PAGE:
stone thrown into a pond, a death in a family causes
ripples that impact survivors for decades. Because
people attend the theater in company with others,
the Iroquois fire resulted in multiple fatalities
for most families, and the rippling was more like a
tsunami. As a result of the deaths in one Iroquois
party of four, one man lost his wife, both sons and
his stepdaughter. Parents lost a daughter and three
of their five grandchildren. Another man lost his
only daughter. Another his mother, sister and two
half brothers. A woman lost her sister, a niece and
two nephews. A man lost his aunt and three cousins.
Four deaths produced twenty-one lost relationships just
among their immediate family members.
Louisa Kehres Bogg
Corbin, age 37
Mamie Bogg, age 17
Vernon Corbin, age 12
Norman Corbin, age 10
in 1865, Louisa Kehres was the youngest daughter of
German immigrants, John Kehres (1831-1909) and
Ernestina "Christina" Kehres (1839-1909).
nineteen Louisa married William Thomas Bogg
(1861-1954). Their son, Harry Joseph Bogg
(1884 -1936), was born soon thereafter, followed by
Mary Louise "Mamie" Bogg in 1886. Mamie was named
after her aunt and her nickname probably came about
to avoid confusion since the two women lived in the
William Bogg was from a large family that emigrated
from England when he was a toddler. He worked as a
bookkeeper at the Armour company, in the Chicago
marriage was not successful and in March 1891 Louisa
and William divorced. Louisa remarried that same
year, to Victor V. Corbin (b. c1865), a
flour salesman for the Pillsbury company. It was a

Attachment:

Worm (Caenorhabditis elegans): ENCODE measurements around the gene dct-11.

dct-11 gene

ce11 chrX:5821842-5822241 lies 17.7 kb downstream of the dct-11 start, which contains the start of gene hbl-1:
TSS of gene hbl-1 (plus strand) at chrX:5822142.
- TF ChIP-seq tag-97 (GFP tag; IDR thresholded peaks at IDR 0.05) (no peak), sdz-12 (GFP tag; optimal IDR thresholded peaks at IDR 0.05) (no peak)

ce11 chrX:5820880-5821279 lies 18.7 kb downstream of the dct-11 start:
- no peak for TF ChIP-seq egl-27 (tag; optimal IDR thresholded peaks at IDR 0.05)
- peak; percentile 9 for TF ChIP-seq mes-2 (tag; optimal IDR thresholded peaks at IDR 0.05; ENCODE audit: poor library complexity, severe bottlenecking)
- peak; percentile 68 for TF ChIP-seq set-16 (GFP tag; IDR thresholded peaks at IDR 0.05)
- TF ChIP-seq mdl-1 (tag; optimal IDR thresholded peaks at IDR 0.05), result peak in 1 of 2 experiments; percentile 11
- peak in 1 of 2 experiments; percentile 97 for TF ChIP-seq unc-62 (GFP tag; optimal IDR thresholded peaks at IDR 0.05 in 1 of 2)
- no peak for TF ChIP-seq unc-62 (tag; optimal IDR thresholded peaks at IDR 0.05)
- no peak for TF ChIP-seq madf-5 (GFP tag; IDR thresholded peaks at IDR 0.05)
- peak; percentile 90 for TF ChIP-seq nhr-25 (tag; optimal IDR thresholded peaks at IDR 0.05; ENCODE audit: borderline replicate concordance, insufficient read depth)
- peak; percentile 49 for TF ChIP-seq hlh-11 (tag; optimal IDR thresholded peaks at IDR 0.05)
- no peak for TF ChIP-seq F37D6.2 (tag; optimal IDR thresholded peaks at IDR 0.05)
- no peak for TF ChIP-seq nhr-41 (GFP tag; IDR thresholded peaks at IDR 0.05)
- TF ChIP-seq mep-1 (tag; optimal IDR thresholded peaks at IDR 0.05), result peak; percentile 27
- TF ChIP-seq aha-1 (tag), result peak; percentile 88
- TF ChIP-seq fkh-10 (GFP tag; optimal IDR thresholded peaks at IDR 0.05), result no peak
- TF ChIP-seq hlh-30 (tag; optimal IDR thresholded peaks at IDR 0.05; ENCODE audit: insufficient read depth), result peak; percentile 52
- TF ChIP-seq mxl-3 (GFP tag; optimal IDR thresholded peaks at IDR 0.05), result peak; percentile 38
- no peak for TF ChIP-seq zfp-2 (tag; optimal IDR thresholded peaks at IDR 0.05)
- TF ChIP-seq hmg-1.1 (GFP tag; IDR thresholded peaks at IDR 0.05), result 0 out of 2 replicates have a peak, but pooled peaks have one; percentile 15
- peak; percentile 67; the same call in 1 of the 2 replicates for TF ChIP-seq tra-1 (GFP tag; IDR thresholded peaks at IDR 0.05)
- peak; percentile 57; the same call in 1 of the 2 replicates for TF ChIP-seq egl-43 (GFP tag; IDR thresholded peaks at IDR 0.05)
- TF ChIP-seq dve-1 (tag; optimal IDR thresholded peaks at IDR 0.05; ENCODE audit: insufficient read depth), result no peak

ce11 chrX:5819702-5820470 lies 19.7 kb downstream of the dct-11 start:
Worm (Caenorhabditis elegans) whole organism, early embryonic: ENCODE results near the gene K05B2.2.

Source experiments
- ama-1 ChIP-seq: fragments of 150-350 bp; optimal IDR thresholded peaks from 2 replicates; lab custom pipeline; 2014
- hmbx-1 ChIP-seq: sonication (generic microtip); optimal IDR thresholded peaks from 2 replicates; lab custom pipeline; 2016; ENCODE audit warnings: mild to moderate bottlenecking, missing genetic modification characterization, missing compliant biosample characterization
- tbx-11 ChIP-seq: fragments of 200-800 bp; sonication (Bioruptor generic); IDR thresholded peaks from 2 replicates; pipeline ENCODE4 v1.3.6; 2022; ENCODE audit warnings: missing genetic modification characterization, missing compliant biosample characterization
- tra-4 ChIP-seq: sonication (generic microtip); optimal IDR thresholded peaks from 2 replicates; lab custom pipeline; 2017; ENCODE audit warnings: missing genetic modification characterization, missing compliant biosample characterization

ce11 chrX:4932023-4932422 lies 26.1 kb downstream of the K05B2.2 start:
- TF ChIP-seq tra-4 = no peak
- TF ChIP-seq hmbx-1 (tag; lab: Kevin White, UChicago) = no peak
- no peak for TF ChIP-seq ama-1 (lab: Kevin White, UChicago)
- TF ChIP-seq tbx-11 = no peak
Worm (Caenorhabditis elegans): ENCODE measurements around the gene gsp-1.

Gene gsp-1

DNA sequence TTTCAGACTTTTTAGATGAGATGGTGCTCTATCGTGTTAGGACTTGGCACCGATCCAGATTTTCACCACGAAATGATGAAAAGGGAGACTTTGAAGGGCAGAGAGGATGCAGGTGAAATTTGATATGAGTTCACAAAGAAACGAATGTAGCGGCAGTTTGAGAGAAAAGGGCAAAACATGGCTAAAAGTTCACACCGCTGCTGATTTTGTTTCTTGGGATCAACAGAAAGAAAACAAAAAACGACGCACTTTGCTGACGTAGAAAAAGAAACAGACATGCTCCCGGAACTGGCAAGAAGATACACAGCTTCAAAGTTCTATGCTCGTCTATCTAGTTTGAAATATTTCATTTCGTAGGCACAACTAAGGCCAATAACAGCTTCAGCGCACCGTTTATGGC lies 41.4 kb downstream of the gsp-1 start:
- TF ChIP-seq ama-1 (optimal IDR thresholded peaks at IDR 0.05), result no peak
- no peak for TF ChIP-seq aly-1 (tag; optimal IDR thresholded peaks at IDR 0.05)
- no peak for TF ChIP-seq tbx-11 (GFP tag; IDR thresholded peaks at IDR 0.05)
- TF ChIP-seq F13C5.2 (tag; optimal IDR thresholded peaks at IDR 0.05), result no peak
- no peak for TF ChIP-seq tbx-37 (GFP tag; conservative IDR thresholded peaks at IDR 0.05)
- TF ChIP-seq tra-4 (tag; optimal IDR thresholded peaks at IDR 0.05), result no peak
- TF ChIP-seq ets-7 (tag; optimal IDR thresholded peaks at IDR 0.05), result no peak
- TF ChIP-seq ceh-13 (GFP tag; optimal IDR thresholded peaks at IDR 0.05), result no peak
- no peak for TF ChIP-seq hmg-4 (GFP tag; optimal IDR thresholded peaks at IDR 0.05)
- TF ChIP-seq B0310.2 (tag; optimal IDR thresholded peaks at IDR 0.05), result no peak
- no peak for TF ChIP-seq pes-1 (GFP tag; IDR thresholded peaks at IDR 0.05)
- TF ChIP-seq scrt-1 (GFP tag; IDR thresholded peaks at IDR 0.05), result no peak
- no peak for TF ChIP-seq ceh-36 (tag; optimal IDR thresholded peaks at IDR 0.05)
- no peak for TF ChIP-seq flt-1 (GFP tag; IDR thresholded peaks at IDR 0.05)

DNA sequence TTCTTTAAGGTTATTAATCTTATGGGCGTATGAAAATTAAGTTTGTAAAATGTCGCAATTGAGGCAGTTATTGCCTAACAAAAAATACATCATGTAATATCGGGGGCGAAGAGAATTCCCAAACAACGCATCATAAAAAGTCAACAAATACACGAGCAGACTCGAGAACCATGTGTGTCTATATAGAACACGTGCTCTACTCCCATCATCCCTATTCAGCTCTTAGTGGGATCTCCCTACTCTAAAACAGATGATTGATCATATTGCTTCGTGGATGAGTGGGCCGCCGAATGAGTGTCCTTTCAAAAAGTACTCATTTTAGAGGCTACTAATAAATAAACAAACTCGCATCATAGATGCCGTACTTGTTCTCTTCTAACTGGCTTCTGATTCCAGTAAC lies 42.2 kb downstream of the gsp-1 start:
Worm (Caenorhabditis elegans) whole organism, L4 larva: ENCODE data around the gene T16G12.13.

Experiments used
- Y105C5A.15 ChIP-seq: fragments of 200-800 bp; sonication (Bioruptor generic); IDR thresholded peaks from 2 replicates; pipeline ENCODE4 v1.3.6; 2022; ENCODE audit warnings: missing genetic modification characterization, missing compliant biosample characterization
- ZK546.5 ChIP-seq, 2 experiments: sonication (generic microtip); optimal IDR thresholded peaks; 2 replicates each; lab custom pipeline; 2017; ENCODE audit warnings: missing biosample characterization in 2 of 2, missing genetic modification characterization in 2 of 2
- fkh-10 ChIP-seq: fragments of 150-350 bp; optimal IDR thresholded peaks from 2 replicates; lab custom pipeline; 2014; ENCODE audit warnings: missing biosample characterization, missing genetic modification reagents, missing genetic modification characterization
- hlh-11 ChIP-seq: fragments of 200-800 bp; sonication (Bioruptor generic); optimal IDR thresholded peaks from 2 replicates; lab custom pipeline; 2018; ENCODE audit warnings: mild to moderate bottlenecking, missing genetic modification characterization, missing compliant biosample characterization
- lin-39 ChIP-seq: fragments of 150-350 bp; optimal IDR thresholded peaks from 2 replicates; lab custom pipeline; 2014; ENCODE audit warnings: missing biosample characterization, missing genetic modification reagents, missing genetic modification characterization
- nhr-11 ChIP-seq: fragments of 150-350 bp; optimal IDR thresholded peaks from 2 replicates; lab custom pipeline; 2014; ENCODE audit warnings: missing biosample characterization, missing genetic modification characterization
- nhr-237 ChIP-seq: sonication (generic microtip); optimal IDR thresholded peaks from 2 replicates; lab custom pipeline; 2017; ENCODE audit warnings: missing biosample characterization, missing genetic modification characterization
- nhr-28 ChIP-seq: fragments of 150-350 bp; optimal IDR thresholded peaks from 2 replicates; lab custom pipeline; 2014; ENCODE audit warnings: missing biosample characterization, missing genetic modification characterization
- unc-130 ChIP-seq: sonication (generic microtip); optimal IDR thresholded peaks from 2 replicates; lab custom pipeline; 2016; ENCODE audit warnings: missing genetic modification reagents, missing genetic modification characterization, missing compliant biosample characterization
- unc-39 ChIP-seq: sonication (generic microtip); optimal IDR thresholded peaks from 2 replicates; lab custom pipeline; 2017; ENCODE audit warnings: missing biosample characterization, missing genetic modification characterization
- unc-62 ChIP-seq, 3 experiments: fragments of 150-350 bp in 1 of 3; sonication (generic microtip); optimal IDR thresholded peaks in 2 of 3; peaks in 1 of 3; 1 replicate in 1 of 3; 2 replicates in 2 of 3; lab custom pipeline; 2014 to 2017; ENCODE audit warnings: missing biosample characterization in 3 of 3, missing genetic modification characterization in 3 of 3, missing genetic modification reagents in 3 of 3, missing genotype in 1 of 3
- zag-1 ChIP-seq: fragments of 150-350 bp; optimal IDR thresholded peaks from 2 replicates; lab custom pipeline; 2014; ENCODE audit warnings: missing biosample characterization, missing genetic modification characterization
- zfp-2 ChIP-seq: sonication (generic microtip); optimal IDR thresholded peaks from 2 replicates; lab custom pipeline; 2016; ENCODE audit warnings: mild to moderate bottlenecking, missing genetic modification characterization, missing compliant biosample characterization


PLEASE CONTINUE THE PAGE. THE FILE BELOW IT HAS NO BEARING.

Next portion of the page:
second marriage for Victor but the identity of his
first wife is not known.
divorce was amicable enough that nine years later,
in 1903, ex-husband William and their daughter,
Mamie, lived in the same house at 6933 Princeton
with Louisa's parents, John and Christina Kehres,
and Louisa's sister, Mary Louise Kehres Hinckley
(1861-1923). Mary Louise had married Spanish
immigrant, Carlos "Charles" B. Hinckley (1859-1924),
the same year Louisa married Victor Corbin, 1891.
Victor, Louisa bore two sons, Norman W. Corbin (b.
1893) and Vernon W. Corbin (b. 1891). In 1903 the
Corbin family lived at 6938 Wentworth in Chicago.
Norman and Vernon attended the Yale Practice School.
December 30, 1903, Louisa, then thirty-seven years
old, took ten year old Vernon, nine year old Norman
and seventeen-year-old Mamie to the Christmas
matinee at the Iroquois. All four perished.
task of identifying the bodies of his wife and sons
fell to Victor Corbin and his brother in law,
Charles Hinckley. Mamie's remains, taken to Gavin's
Mortuary, could have been identified by her father
or uncle Hinckley. She was buried in Mr. Hope
Cemetery in Chicago.
William Bogg remarried four months after his
daughter Mamie's death, to Iola "Ola" Mackie. He
lived to age ninety-three and moved to California after Ola's
death in 1962.
Victor Corbin became sales manager of the western
division for Pillsbury Flour. In 1918 he co founded
the Corbin Flour Co. and a decade later co founded
the Marek Oil Company to prospect for oil in New
South side Iroquois Theater
Mary Holst and her three
If you have additional
info about an Iroquois victim, or find an error, I would like to
hear from you. Chaos and communication limitations of 1903
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